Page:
2022-08-28Zeitschriftenartikel DOI: 10.18452/26218
Associations of neural error-processing with symptoms and traits in a dimensional sample recruited across the obsessive–compulsive spectrum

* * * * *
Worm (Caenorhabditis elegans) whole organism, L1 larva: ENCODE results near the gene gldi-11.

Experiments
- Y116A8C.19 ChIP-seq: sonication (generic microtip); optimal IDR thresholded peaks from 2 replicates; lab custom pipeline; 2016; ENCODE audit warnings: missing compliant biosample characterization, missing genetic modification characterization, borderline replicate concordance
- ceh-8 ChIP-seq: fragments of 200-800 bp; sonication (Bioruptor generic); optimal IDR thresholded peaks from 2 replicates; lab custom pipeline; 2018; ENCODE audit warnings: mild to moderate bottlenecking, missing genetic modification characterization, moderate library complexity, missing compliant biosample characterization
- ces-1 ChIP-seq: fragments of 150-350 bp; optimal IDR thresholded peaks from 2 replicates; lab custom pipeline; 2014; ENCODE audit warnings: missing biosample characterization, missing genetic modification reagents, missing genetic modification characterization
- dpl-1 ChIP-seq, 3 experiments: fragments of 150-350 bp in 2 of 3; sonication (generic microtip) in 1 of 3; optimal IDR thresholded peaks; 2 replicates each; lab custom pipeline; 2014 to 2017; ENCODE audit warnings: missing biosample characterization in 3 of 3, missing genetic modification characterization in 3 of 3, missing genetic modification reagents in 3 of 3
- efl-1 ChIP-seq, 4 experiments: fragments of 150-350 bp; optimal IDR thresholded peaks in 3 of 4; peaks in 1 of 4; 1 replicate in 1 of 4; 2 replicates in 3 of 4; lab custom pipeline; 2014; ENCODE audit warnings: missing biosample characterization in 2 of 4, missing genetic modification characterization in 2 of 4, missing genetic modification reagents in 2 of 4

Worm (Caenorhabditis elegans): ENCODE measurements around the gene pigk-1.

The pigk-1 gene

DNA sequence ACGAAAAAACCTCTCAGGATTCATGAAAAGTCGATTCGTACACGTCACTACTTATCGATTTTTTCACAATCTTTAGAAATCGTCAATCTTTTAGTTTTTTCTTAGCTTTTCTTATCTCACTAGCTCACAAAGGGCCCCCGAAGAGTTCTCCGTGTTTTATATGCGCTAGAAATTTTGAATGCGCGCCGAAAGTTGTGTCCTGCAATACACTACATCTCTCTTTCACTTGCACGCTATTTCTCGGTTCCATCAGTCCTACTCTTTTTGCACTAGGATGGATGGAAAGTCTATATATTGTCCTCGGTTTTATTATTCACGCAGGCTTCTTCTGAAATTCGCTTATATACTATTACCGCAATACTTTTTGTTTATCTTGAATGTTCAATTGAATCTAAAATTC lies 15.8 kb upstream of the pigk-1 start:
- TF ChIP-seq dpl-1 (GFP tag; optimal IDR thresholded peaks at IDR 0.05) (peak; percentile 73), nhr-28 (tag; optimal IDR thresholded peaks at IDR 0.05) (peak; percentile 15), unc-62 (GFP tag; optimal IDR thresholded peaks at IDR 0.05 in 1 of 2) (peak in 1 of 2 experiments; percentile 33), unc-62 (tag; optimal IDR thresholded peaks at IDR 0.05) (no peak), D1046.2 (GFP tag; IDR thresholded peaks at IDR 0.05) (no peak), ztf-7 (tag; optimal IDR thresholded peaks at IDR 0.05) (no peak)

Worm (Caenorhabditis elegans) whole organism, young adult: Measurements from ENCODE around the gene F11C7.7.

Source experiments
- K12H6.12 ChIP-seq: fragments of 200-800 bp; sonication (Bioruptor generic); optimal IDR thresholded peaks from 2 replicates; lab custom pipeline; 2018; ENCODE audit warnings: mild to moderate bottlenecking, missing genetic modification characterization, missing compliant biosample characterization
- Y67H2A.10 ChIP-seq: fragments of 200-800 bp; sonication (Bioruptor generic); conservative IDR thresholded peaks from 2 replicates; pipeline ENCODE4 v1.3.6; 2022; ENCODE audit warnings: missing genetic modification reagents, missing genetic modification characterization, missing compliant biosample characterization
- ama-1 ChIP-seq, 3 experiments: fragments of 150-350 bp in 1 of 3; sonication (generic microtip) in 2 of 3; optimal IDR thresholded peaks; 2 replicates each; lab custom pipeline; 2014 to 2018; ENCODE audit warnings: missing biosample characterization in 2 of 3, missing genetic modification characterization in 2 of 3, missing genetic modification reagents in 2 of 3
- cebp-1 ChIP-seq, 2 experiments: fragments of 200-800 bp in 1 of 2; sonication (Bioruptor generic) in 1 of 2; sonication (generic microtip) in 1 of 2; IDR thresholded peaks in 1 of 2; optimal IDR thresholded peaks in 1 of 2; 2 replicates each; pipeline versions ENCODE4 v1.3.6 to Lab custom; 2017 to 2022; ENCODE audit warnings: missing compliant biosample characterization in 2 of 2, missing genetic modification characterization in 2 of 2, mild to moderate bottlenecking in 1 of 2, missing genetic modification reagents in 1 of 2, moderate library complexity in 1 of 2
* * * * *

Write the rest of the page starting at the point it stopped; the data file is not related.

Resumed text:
The error-related negativity (ERN), a neural response to errors, has been associated with several forms of psychopathology and assumed to represent a neural risk marker for obsessive–compulsive disorder (OCD) and anxiety disorders. Yet, it is still unknown which specific symptoms or traits best explain ERN variation. This study investigated performance-monitoring in participants (N = 100) recruited across a spectrum of obsessive–compulsive characteristics (n = 26 patients with OCD; n = 74 healthy participants including n = 24 with low, n = 24 with medium, and n = 26 with high OC-characteristics). Several compulsivity- and anxiety-associated characteristics were assessed and submitted to exploratory principal axis factor analysis. Associations of raw measures and derived factors with ERN and correct-related negativity (CRN) were examined. Patients with OCD showed increased ERN amplitudes compared to healthy participants. The ERN was associated with a variety of traits related to anxiety and negative affect. Factor analysis results revealed a most prominent association of the ERN with a composite measure of anxiety and neuroticism, whereas the CRN was specifically associated with compulsivity. Results support differential associations for the ERN and CRN and demonstrate that a dimensional recruitment approach and use of composite measures can improve our understanding of characteristics underlying variation in neural performance monitoring.
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